Regulation A provides an exemption from registration that can be used in combination with a Rule 506 private placement, a direct public offering and/or initial public offering by a private company or company seeking to go public. Since Regulation A was amended in 2015, it has gained notable market acceptance and has undergone a few changes. Regulation A has two offering tiers: Tier 1 and Tier 2 Tier 2 has evolved into a recognized method of Going Public particularly on the OTC Markets. Regulation A simplifies the process of obtaining the seed stockholders required by the Financial Industry Regulatory Authority (“FINRA”) while allowing the issuer to raise initial capital. This blog post addresses the most common questions we receive about Regulation A+.
How much can I raise with Regulation A+?
Tier 1 is available for offerings of securities of up to $20 million in a 12- month period, with no more than $6 million in offers by selling security holders that are affiliates of the issuer. Tier 2 is available for offerings of securities of up to $50 million in a 12-month period with no more than $15 million in offers by selling security holders that are affiliates of the issuer.
What securities can I register on Form 1-A pursuant to Regulation A+?
Regulation A can be used to register shares, warrants, and convertible equity securities. Read More
Regulation A Not Giving Warm Fuzzies to the SEC
In April of this year, NASDAQ submitted a proposal related to the Regulation A Offering Exemption which would require any Company listing on NASDAQ in connection with an offering under Tier 2 of Regulation A of the amended Securities Act of 1933, (the “Securities Act”), to have a minimum operating history of two years at the time of approval of its initial listing application.
Posted by Brenda Hamilton
Nasdaq’s Regulation A Proposal
The Nasdaq Stock Market LLC (“Nasdaq”) proposed a rule that would impose listing requirements for Regulation A companies pursuant to pursuant to Section 19(b)(1) of the Securities Exchange Act of 1934 (“Exchange Act”) and Rule 19b-4 thereunder, to adopt a new initial listing requirement for any company applying to list on Nasdaq in connection with an offering under Regulation A of the Securities Act of 1933 (“Securities Act”).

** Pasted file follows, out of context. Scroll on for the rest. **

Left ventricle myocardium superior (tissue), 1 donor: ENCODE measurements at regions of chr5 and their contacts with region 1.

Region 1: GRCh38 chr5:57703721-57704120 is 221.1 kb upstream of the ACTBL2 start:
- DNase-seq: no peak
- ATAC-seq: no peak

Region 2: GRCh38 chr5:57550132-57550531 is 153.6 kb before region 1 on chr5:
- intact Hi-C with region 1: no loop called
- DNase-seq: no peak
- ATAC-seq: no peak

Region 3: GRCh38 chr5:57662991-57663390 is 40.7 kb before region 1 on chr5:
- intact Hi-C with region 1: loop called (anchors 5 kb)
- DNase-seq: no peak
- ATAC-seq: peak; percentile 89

On June 28, 2019, the SEC approved a change to Nasdaq Listing Rule 5210 to impose listing requirements for companies conducting offerings under Regulation A of the Securities Act of 1933 (the “Securities Act”). The amendment will take effect on July 28, 2019.
We’ve written several times about reverse mergers and Operation Shell Expel. Shell Expel is one of the Securities and Exchange Commission’s most successful enforcement initiatives to combat the use of shell companies for reverse mergers. Its object is to render useless and worthless dormant shell companies that might otherwise be hijacked, used in reverse mergers, and ultimately pumped and dumped. These companies are a real problem for the agency. If an issuer that’s an SEC registrant is abandoned by management, after a couple of years the SEC’s Enforcement Division can bring an administrative proceeding to revoke registration. Most targeted companies find they can’t really object, and when an initial order becomes effective, the public shell company becomes a private entity.
The SEC charged on May 9, 2019, Lloyd Schuman and Dane Janes for insider trading and for repeatedly traded and tipped on confidential information that they obtained through their respective employers.
The SEC’s complaint, filed in the U.S. District Court for the Western District of Tennessee, alleges that Lloyd Schuman, of Cordova, Tennessee, learned that his employer, Verso Corporation, had confidential plans to acquire privately-held NewPage Holdings Inc. According to the SEC’s Complaint, Lloyd Schuman purchased Verso shares before Verso publicly announced the acquisition. Lloyd Schuman also allegedly tipped a relative, who also purchased Verso shares before the public announcement. Immediately after the announcement, Lloyd Schuman sold all of his Verso shares realizing more than $107,000 in profits. His relative also sold his Verso shares, realizing more than $2,500 in profits. Read More
On May 9,2019, the SEC charged Danny Williams, the former President of Quality Companies, LLC, a former subsidiary of Indianapolis-based Celadon Group Inc., with an accounting fraud that allowed Celadon to avoid disclosing substantial losses and misrepresent its financial condition.